- 20 Aug 01
A Peter Frampton cover version, a flautist and female backing vocalists were all elements of FEEDBACK’s first ever live concert performance, yet this was th eoutfit that would eventually become U2. COLM O'HARE recalls the event
Almost a quarter of a century ago – April 11th 1977 (Easter Monday) to be precise – at approximately 8.30pm, the fledgling U2 (then trading as Feedback) took to the stage at St. Fintan’s High School, Sutton, on the north side of Dublin. They were third on the bill at a “rock concert”, organised by myself and a couple of schoolmates. The headliners on the night were a popular but long-forgotten Dublin pub rock band, The Arthur Phybbes Band with support from Howth hard rock act, Rat Salad.
It was U2’s first “real” performance before a paying crowd. Over the years, accounts of their debut have appeared in various biographies — some of which had them headlining, others which had them tagged (wrongly) as The Hype. The truth was that they were added to the bill at the last minute. Prior to the gig we had sold an impressive 400 tickets at 50p each but we needed a couple of hundred more punters to cover our costs. A schoolmate (Art O’Leary), who had defected to Mount Temple from St. Fintans a year earlier, mentioned this band, Feedback, who were interested in playing the gig. What’s more, he said, they had a following and would guarantee to bring a hundred fans along with them.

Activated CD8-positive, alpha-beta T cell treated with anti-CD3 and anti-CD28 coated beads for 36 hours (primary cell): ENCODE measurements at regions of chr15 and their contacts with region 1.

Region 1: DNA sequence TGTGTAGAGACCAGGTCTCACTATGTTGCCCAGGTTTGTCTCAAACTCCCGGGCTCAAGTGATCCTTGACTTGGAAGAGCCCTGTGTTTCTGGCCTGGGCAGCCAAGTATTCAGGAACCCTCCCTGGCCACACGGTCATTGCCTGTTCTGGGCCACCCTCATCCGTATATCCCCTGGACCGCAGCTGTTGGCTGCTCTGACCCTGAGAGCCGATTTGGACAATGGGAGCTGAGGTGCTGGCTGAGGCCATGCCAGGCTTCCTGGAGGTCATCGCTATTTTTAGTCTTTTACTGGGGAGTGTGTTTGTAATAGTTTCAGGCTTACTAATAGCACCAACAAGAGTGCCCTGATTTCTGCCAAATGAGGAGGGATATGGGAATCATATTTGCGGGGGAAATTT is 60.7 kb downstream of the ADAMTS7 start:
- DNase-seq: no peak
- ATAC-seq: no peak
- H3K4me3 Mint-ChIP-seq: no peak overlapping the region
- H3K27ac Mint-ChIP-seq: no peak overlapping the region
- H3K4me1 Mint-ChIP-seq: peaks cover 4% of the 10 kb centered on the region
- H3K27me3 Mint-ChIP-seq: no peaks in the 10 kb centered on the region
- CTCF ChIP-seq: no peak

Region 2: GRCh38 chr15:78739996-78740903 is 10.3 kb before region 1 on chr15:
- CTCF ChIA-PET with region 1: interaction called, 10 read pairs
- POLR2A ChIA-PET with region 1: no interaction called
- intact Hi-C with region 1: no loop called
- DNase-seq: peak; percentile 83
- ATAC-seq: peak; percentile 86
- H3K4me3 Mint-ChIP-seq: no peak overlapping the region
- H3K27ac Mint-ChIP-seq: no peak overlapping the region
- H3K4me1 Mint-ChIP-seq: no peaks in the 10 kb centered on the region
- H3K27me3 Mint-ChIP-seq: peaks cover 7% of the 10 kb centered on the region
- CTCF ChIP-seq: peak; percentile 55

Not wanting to take any chances I requested to meet up with the band before consenting to their appearance. I can clearly remember the sight of an afro-headed, Afghan-coated Adam Clayton striding across the schoolyard on the Thursday before the gig. He presented me with a foolscap set-list that included a bewildering array of styles and genres. It included versions of The Eagles’ ‘Peaceful Easy Feeling’, The Moody Blues’ ‘Nights in White Satin and Peter Frampton’s ‘Show Me The Way’ — songs united only by their collective popularity at the (legendary) Grove Saturday night disco at nearby St. Paul’s School in Killester. The only vaguely hopeful number on the list was Bowie’s, ‘Suffragette City’. I agreed to have them on the bill – but with no guarantee of payment.